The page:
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Ex-wife ordered to return money husband stole from nonprofit

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A woman whose ex-husband committed suicide after his scheme to steal money from his employer unraveled must pay back to the company money she received from her husband during and after their marriage, the Indiana Court of Appeals ruled Monday.

Connie Landers challenged the Tippecanoe Superior Court’s ruling in favor of Wabash Center Inc., a not-for-profit that assists children with developmental disabilities and provides assistance for adults related to living and employment, that she must pay more than $1 million to the agency because her ex-husband stole more than $4 million from his employer.

Stephen McAninch worked for Wabash managing the nonprofit’s finances from 1986 until his death in 2009, during and after his marriage to Landers. He set up a fake company to divert money to and was able to conceal his actions because of his job duties. It wasn’t until an outside auditor in 2009 sought to confirm that the fictitious company actually completed work that Wabash paid for that the scheme was discovered. McAninch killed himself in October 2009, and a forensic accountant discovered that Landers had received some of the stolen money.

She argued that Wabash’s lawsuit, filed in April 2011 for unjust enrichment and other wrongs, should be barred by the statute of limitations because the agency didn’t act with reasonable diligence to discover the theft within the six-year statute of limitations. But there’s sufficient evidence to support the trial court’s conclusion that Wabash acted with ordinary diligence, Senior Judge Randall T. Shepard wrote. McAninch kept false records and invoices, locked in a drawer in his office, and there was no reason to believe McAninch had created false minutes from board meetings. Previous outside audits didn’t raise any red flags.

There’s also evidence that Landers received stolen money. She estimated her ex-husband made around $150,000 a year, which included his “moonlighting” as she called it, which is above the salary McAninch earned. He also agreed in their divorce to pay her above the monthly amount required under the Indiana Child Support Guidelines, gave her $20,000 in the divorce, and paid for the home’s mortgage. Because he had also bought himself a boat, car and other items, he likely spent his own money on those items, meaning Landers received stolen money, the judges concluded in Connie S. Landers v. Wabash Center, Inc., 79A04-1204-CT-191.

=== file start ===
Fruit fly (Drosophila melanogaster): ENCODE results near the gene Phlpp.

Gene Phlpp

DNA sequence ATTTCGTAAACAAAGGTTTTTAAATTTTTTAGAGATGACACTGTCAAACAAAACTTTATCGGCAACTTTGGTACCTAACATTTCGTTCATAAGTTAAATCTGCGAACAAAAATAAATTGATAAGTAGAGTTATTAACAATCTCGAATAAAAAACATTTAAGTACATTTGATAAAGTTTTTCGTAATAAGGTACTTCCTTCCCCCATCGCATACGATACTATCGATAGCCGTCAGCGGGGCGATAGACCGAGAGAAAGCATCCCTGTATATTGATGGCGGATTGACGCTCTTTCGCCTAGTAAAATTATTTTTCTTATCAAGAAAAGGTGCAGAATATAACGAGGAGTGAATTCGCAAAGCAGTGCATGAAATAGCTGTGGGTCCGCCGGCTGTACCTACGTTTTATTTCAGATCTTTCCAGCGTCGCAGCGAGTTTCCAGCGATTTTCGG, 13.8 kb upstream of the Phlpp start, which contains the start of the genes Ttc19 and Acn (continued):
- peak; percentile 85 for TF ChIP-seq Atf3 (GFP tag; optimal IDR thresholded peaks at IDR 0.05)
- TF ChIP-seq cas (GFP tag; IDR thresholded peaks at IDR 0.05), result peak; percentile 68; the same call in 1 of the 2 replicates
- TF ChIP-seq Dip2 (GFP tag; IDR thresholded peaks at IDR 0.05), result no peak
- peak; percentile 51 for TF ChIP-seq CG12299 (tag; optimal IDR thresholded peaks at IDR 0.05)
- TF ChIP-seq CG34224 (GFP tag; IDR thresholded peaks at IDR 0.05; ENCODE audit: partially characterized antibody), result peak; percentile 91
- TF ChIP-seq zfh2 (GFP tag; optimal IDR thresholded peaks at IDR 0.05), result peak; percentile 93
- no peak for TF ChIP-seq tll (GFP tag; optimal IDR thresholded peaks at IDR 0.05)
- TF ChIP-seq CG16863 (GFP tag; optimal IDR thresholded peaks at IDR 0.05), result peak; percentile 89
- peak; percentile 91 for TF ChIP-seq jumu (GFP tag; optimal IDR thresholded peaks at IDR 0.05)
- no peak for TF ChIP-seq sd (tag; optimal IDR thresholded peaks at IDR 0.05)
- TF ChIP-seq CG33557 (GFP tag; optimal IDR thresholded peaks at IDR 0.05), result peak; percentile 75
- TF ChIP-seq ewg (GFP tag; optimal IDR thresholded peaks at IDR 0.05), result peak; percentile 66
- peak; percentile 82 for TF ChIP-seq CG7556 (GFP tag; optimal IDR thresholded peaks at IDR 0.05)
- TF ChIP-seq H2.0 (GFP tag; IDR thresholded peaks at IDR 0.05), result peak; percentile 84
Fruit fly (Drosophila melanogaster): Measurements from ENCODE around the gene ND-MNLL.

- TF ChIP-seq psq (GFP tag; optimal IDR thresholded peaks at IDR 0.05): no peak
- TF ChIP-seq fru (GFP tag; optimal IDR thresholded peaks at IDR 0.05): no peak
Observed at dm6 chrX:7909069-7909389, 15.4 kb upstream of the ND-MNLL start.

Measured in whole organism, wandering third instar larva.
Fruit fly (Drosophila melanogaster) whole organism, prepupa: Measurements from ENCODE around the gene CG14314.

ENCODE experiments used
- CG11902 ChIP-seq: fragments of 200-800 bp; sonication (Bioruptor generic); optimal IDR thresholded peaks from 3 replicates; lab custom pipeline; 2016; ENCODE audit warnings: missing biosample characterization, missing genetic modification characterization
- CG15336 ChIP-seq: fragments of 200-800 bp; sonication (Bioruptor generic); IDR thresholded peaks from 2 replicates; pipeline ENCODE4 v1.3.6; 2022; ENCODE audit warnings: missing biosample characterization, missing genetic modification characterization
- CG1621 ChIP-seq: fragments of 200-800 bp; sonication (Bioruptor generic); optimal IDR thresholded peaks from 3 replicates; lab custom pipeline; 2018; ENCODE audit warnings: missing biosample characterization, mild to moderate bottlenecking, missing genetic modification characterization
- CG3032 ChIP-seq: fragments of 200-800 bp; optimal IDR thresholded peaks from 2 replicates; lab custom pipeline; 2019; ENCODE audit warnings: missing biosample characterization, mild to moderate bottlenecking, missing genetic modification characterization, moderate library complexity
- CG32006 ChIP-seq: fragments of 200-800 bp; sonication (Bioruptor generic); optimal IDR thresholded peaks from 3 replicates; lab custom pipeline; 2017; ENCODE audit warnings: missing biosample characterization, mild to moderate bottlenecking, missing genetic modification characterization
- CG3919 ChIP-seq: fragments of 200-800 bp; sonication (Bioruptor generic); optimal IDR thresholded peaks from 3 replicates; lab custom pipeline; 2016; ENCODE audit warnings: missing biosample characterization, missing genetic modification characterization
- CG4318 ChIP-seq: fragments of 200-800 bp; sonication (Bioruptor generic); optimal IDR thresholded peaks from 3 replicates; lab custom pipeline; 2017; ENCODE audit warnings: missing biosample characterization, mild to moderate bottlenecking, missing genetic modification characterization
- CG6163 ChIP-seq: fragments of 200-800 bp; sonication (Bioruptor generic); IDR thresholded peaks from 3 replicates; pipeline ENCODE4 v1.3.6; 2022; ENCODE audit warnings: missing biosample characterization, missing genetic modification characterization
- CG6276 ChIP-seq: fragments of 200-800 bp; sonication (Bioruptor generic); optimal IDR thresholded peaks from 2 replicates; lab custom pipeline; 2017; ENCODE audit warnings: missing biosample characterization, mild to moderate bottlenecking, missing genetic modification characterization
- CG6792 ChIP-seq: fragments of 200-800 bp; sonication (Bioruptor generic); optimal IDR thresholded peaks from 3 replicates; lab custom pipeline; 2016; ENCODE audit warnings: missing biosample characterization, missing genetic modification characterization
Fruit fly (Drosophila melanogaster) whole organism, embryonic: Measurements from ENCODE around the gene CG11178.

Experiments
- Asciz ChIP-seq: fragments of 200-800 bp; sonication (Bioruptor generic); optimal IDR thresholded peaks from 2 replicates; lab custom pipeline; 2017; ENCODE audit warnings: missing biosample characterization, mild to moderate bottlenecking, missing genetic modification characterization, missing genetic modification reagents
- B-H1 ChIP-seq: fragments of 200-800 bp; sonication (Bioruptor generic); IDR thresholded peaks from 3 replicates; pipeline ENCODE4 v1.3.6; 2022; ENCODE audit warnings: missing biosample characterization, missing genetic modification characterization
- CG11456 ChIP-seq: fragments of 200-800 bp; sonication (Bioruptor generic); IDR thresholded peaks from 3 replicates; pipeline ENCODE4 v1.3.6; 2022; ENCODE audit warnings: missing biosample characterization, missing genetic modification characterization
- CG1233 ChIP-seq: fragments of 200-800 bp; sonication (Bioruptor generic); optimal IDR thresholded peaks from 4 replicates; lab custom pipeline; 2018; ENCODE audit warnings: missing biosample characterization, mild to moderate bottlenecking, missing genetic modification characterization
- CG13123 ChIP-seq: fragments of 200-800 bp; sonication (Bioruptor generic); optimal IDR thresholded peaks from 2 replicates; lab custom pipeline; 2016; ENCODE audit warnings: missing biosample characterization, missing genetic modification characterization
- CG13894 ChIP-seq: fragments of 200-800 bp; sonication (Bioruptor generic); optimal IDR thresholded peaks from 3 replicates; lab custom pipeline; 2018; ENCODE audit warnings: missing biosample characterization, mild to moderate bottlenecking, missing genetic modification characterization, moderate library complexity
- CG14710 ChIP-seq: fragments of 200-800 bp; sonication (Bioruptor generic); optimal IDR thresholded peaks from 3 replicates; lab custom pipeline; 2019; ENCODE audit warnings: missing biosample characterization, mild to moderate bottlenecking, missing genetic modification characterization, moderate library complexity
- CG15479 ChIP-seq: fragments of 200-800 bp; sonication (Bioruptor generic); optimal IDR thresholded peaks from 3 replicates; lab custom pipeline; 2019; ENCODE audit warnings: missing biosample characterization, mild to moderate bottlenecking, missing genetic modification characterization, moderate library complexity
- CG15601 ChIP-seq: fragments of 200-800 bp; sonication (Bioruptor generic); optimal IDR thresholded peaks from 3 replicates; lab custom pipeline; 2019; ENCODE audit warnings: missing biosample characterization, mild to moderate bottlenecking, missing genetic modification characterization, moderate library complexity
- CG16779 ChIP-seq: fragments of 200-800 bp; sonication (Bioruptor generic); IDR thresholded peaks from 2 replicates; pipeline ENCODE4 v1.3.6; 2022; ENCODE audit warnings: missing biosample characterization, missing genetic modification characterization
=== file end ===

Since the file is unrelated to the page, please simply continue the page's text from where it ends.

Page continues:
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  1. Future generations will be amazed that we prosecuted people for possessing a harmless plant. The New York Times came out in favor of legalization in Saturday's edition of the newspaper.

  2. Well, maybe it's because they are unelected, and, they have a tendency to strike down laws by elected officials from all over the country. When you have been taught that "Democracy" is something almost sacred, then, you will have a tendency to frown on such imperious conduct. Lawyers get acculturated in law school into thinking that this is the very essence of high minded government, but to people who are more heavily than King George ever did, they may not like it. Thanks for the information.

  3. I pd for a bankruptcy years ago with Mr Stiles and just this week received a garnishment from my pay! He never filed it even though he told me he would! Don't let this guy practice law ever again!!!

  4. Excellent initiative on the part of the AG. Thankfully someone takes action against predators taking advantage of people who have already been through the wringer. Well done!

  5. Conour will never turn these funds over to his defrauded clients. He tearfully told the court, and his daughters dutifully pledged in interviews, that his first priority is to repay every dime of the money he stole from his clients. Judge Young bought it, much to the chagrin of Conour’s victims. Why would Conour need the $2,262 anyway? Taxpayers are now supporting him, paying for his housing, utilities, food, healthcare, and clothing. If Conour puts the money anywhere but in the restitution fund, he’s proved, once again, what a con artist he continues to be and that he has never had any intention of repaying his clients. Judge Young will be proven wrong... again; Conour has no remorse and the Judge is one of the many conned.

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